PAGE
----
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Press Release

Wells Fargo Personal Banker Sentenced for Money Laundering and Bank Fraud

For Immediate Release
U.S. Attorney's Office, Southern District of California

SAN DIEGO – Leopoldo Lora-Aguilera, a former Wells Fargo personal banker, was sentenced in federal court today to 33 months in custody for money laundering conspiracy and bank fraud.

Aguilera was arrested by FBI agents for his participation in an international money laundering organization based in Tijuana, Mexico which operated primarily in San Diego. The criminal organization laundered funds in excess of $12.5 million dollars before being disrupted by the FBI.

According to the plea agreement and other public records, Aguilera abused his position of trust as a personal banker with Wells Fargo Bank by opening bank accounts with false identities and wire transferring millions of dollars to Mexico. Aguilera conducted these transactions in exchange for thousands of dollars in cash payments from the criminal organization. The FBl's investigation linked these funds to the sale of narcotics by a Mexican drug cartel, specifically the sale of multi-kilogram amounts of fentanyl in the Midwest.

Aguilera admitted to opening 26 bank accounts for the money laundering organization, including eleven that were created by Aguilera using fictitious identities. Specifically, Aguilera used his position as a personal banker with Wells Fargo Bank to knowingly enter false names, passport numbers, and dates of birth on the fictitious bank accounts. These 11 fictitious accounts alone were used by the criminal organization to wire transfer a total of $3.8 million to Mexico. A majority of those wire transfers were conducted by Aguilera himself. Aguilera's use of these fictitious accounts was identified by Wells Fargo and brought to the attention of the FBI. Agents arrested Aguilar and disrupted the scheme shortly after.  

In conjunction with Aguilera's arrest, the FBI identified and seized 17 bank accounts that belonged to the money laundering organization containing in excess of $230,000.   Further investigation by the FBI resulted in a second round of arrests of Aguilera’s co-conspirators in the Spring of 2022. To date, the FBI has arrested Melisa Valdivia Diaz, Alma Leticia Murillo Valdivia, and Jorge Alberto Ortiz Borrego for participating in the multi-million-dollar money laundering scheme.  All three defendants have pleaded guilty in a related case, admitting they participated in the conspiracy.  Sentencings are pending.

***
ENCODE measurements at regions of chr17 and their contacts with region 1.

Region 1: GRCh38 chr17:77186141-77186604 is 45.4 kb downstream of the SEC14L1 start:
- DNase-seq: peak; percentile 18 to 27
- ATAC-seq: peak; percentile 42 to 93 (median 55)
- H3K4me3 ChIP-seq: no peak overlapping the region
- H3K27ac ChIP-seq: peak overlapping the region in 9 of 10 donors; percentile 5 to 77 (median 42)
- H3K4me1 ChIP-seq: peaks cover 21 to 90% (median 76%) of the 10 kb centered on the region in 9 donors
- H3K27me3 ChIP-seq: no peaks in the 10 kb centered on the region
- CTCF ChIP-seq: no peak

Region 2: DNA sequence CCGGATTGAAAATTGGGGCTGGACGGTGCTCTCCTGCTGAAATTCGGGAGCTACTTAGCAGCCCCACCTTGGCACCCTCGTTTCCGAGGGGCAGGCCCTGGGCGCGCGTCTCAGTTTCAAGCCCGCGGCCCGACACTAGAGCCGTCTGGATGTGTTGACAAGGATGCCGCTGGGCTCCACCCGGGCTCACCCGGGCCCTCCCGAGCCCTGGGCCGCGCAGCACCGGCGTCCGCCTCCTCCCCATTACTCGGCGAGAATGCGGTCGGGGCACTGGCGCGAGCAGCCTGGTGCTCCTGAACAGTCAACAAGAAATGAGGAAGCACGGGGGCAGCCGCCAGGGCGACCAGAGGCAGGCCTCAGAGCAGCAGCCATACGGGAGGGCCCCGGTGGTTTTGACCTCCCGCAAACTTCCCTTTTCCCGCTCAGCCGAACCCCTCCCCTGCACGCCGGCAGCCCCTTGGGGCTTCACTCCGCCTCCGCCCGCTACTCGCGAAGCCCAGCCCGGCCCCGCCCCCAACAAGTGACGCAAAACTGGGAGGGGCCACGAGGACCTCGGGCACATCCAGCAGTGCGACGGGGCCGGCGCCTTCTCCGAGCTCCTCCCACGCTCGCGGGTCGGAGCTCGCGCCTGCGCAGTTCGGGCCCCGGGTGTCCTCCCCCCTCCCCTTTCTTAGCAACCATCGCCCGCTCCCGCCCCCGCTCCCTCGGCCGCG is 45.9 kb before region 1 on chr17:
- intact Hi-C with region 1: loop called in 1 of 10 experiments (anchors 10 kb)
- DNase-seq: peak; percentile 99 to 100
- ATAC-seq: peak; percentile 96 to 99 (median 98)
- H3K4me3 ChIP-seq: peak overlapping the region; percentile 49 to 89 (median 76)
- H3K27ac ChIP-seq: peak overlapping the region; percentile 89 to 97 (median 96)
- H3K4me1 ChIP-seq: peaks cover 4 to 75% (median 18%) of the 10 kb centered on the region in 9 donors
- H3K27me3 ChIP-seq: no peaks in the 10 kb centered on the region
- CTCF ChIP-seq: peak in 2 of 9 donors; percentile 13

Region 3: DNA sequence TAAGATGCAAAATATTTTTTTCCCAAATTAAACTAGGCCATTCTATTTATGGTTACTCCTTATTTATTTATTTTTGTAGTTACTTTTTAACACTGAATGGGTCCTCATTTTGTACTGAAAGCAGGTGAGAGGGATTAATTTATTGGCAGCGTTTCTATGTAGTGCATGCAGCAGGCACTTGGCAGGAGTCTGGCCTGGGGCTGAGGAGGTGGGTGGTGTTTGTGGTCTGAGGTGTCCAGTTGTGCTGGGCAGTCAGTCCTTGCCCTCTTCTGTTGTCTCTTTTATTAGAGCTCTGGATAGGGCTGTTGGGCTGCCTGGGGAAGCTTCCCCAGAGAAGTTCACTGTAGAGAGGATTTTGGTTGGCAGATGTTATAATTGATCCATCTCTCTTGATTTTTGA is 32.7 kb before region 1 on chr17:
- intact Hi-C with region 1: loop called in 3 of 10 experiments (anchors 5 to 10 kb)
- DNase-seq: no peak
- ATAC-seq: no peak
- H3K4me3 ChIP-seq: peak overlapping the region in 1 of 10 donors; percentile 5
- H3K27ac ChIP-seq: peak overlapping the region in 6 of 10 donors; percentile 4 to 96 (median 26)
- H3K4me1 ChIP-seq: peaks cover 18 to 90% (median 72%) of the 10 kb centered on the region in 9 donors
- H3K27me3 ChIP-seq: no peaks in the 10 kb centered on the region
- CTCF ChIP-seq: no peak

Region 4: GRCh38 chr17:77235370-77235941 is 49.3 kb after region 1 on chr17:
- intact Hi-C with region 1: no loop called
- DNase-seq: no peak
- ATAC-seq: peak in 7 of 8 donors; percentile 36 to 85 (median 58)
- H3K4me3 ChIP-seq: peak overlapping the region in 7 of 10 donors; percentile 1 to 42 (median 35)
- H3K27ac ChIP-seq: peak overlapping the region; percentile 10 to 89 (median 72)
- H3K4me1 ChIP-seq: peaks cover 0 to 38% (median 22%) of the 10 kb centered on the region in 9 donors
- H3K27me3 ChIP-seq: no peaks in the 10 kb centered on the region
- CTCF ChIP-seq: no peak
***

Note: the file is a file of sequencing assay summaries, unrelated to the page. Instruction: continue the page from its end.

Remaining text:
“Money launderers are a lifeblood of the cartels,” said U.S. Attorney Randy Grossman. “Today’s sentencing underscores that money launderers are key players in the cartel structure and will be treated as such.”

Grossman thanked the prosecution team and the FBI San Diego Cross Border Violence Task Force for their excellent work on this case.

“This case highlights the FBI’s dedication to holding all individuals accountable who make space for the cartels to function in our communities,” said Special Agent in Charge Stacey Moy of the FBI San Diego Field Office. “Although Lara-Aguilera was convicted on the financial aspect of these crimes, his actions directly facilitated the trafficking of fentanyl and other dangerous narcotics throughout our country. The FBI is committed to investigating all who manipulate U.S. financial systems to enable money laundering and drug trafficking.”

This case is the result of efforts by the U.S. Attorney’s Office and the FBI San Diego Cross Border Violence Task Force, who were assisted by Wells Fargo Bank's internal investigators in Arizona and California. This case is being prosecuted by Assistant U.S. Attorney Blanca Quintero.

DEFENDANT                                               Case Number 19-CR-1955-BAS                                         

Leopoldo Lora-Aguilera                                 Age: 58                                   Chula Vista, CA



Money Laundering Conspiracy – Title 18, U.S.C., Sections 1956(h) and 1957
Maximum penalties: Twenty years in prison and $500,000 fine

Bank Fraud – Title 18 U.S.C., Section 1344
Maximum Penalties: Thirty years in prison and $1 million fine 


FBI San Diego Cross Border Violence Task Force


Assistant U. S. Attorney Blanca Quintero (619) 546-7118    

Updated March 2, 2023

Financial Fraud
Press Release Number: CAS23-0227-Lora-Aguilera